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Motivation

What Motivates Athletes To Participate In Extreme Sports

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Extreme Sports Motivation

This article aims to look at what motivates athletes to participate in extreme sports whether they be gruelling, dangerous, arduous or just plain challenging.

 

So Why Do People Participate in Extreme Sports?

 

  • Money: perhaps in some cases. Yet only a few chosen ones will ever make a decent living out of their chosen sport. In triathlons for example the majority of participants are amateurs, who for some non-financial reason have taken time out of their frantic work days and busy personal or family schedule to train for hours and hours, and weeks and weeks on end to swim, bike and run for the limited duration of a race.
  • Fame: again maybe, but most people have never heard of Ross Clarke Jones (big wave surfer) or Chrissie Wellington (an undefeated triathlon world champion who defeats most of the top men).  Fame is a fickle, fleeting thing.  Unless you’re extremely talented, media savvy, a good role model and great at your chosen sport, it will only take a generation and then your forgotten and hardly anyone will remember who you were.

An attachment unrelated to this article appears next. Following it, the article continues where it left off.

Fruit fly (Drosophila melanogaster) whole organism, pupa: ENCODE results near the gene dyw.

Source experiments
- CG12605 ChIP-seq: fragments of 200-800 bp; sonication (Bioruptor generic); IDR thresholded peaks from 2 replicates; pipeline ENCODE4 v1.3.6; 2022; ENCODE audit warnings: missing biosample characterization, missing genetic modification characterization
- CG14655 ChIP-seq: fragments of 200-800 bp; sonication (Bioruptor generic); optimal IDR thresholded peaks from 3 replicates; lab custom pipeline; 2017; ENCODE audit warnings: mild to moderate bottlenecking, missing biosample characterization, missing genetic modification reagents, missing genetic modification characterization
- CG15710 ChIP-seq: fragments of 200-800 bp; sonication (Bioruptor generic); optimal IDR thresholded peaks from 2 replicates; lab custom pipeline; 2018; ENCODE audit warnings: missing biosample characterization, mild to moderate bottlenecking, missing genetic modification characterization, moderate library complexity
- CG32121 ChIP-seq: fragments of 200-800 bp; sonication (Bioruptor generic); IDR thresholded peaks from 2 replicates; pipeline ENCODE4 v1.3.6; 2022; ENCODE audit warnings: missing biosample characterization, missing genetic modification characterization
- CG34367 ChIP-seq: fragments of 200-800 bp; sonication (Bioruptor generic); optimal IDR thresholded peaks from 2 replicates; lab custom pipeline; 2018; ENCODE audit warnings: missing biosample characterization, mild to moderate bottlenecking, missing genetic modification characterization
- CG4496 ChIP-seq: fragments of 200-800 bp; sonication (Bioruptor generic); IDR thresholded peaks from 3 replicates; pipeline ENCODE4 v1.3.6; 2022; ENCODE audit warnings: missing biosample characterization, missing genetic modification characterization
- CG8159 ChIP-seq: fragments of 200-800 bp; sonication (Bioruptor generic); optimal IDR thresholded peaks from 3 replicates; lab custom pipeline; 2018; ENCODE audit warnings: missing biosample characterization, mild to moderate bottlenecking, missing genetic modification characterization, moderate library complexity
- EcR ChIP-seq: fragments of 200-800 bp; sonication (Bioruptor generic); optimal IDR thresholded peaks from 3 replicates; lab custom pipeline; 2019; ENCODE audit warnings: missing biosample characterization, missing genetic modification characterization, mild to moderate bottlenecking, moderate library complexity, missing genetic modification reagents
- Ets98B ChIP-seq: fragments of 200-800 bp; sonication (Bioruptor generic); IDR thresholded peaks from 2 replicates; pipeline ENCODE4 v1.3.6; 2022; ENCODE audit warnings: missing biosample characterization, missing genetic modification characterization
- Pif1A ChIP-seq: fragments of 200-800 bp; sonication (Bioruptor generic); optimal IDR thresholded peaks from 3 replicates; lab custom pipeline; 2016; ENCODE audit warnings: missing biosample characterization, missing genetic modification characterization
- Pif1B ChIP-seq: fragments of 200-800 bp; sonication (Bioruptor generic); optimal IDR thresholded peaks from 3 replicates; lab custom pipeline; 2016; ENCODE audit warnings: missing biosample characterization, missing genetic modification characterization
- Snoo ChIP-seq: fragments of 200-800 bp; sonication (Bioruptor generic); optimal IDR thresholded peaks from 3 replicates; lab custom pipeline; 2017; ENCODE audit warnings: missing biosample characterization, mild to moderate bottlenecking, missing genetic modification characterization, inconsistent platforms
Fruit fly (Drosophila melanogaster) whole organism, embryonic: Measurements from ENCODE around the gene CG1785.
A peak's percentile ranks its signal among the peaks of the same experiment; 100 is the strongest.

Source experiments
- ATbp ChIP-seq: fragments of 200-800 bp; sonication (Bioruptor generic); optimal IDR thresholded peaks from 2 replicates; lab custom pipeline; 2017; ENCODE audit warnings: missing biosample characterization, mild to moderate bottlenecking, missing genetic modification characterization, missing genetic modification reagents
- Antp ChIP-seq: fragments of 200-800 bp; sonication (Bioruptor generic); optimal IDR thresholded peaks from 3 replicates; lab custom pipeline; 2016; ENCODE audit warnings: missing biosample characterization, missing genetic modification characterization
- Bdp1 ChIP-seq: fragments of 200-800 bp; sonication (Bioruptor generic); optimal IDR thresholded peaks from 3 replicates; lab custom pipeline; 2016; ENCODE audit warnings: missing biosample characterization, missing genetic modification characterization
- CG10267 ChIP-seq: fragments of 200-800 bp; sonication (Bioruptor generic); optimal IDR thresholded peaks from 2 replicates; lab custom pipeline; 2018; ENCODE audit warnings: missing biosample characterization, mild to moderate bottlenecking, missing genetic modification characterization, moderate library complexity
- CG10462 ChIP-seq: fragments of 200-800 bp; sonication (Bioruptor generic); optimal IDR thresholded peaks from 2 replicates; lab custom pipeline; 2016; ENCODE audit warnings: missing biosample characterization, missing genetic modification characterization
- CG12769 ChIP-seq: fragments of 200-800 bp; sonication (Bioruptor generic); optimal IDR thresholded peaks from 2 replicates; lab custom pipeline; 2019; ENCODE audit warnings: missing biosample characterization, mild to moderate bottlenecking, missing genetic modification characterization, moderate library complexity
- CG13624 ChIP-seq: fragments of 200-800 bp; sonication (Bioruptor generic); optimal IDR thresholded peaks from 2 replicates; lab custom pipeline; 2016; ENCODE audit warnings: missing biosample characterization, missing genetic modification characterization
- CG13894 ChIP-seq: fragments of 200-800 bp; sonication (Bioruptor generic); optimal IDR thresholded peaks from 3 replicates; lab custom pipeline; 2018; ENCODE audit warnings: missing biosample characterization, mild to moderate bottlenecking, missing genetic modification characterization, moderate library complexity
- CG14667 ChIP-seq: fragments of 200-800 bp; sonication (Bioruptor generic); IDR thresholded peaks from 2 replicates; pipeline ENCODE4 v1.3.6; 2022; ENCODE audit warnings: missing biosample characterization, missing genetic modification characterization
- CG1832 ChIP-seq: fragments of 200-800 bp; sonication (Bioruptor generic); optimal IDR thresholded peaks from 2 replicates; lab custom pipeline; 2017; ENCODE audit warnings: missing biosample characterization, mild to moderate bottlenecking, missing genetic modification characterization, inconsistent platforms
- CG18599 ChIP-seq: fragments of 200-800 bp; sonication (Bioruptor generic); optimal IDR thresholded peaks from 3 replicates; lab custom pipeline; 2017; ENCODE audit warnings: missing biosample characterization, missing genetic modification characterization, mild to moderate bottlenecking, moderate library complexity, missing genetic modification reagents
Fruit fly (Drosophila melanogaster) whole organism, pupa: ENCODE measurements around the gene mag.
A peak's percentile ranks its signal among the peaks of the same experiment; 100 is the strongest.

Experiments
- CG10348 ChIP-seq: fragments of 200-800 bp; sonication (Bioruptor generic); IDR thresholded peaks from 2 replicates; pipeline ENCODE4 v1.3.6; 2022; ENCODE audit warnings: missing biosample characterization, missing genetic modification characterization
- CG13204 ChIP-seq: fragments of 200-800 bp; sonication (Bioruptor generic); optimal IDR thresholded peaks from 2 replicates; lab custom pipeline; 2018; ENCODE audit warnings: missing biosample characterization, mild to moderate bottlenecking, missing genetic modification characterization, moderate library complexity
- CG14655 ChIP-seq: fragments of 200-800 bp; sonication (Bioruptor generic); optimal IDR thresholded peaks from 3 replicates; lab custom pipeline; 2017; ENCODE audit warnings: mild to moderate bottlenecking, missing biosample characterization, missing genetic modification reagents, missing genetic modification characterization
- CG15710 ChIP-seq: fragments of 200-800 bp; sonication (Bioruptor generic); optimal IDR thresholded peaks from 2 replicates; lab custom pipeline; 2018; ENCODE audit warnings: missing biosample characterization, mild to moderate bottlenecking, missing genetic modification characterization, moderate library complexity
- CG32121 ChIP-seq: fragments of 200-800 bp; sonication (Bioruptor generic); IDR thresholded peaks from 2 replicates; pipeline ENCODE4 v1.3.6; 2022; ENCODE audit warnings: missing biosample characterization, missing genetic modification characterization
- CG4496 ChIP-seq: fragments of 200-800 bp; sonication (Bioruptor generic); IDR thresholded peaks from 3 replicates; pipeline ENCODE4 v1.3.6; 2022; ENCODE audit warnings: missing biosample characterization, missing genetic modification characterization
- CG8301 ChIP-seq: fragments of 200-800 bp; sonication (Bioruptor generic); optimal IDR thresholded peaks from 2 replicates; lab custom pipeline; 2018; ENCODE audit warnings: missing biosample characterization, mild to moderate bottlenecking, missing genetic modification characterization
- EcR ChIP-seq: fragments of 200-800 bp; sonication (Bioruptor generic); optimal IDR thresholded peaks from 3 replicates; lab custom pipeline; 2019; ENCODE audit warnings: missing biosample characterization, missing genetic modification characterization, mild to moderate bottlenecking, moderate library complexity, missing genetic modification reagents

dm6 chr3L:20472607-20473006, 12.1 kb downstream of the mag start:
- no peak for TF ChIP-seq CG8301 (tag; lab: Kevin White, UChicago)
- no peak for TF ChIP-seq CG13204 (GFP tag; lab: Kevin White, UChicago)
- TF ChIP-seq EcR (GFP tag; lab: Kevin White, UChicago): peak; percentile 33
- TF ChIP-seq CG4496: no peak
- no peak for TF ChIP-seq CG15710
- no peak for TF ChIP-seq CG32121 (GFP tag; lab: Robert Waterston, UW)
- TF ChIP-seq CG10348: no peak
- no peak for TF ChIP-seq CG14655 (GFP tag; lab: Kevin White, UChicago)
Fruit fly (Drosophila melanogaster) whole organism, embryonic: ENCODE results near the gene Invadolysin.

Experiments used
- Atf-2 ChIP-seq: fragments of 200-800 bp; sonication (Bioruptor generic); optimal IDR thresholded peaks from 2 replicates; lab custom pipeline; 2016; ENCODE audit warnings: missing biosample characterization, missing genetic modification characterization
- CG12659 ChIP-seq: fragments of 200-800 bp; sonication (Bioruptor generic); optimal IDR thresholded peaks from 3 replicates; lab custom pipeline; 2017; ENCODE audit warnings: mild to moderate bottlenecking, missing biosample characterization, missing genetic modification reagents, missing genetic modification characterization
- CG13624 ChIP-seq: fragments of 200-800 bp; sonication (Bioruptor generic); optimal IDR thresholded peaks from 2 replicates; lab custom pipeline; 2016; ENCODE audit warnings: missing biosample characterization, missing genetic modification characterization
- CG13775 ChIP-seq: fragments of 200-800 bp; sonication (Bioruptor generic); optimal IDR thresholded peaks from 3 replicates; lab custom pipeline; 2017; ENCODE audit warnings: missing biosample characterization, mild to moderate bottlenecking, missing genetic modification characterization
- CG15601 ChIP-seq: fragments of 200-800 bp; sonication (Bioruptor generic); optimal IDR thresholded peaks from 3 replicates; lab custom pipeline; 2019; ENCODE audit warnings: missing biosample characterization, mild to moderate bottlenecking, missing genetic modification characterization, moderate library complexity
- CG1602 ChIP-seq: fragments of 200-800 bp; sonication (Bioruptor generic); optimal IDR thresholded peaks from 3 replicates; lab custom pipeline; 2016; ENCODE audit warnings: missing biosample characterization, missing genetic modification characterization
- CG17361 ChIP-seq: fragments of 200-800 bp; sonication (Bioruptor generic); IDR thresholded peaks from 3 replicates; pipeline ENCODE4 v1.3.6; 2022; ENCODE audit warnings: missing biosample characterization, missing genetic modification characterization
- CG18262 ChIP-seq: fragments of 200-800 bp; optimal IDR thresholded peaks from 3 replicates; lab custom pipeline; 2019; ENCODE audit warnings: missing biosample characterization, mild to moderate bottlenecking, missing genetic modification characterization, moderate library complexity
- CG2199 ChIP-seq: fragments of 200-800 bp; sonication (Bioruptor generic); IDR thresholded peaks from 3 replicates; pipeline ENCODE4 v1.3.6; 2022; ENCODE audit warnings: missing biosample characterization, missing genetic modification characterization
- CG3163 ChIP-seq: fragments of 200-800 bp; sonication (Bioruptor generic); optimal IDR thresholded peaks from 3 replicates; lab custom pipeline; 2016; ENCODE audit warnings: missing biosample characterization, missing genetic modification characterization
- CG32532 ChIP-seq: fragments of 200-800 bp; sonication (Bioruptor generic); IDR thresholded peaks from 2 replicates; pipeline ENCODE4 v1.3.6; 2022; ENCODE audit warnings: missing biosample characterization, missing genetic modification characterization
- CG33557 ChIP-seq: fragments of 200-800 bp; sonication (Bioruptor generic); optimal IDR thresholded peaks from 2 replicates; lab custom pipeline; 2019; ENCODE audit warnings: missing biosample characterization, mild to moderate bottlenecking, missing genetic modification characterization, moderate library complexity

• Ego: I think you can tell in an athlete’s persona when this is the case. Fortunately if your ego is bloated enough and the sport you are doing is extreme enough there is only one thing that will happen. Your ego will get crushed. Or someone better comes along.
  • Challenging yourself: Competition with others and with yourself brings out the best . This is the definitive reason or motivation I will participate in any sport. Self-improvement is the main reason people want to challenge themselves.

 

Striving for Self-Improvement and Reaching Personal Goals

In the 3100 mile race, every moment, every step was taking me closer and closer towards finishing. The feeling I got from improving myself, surpassing miles way beyond my previous personal best, far transcended the physical pain and mental hurdles I faced. The first time I did it, I was basically in agony the entire time, but I was incredibly happy because I was challenging myself.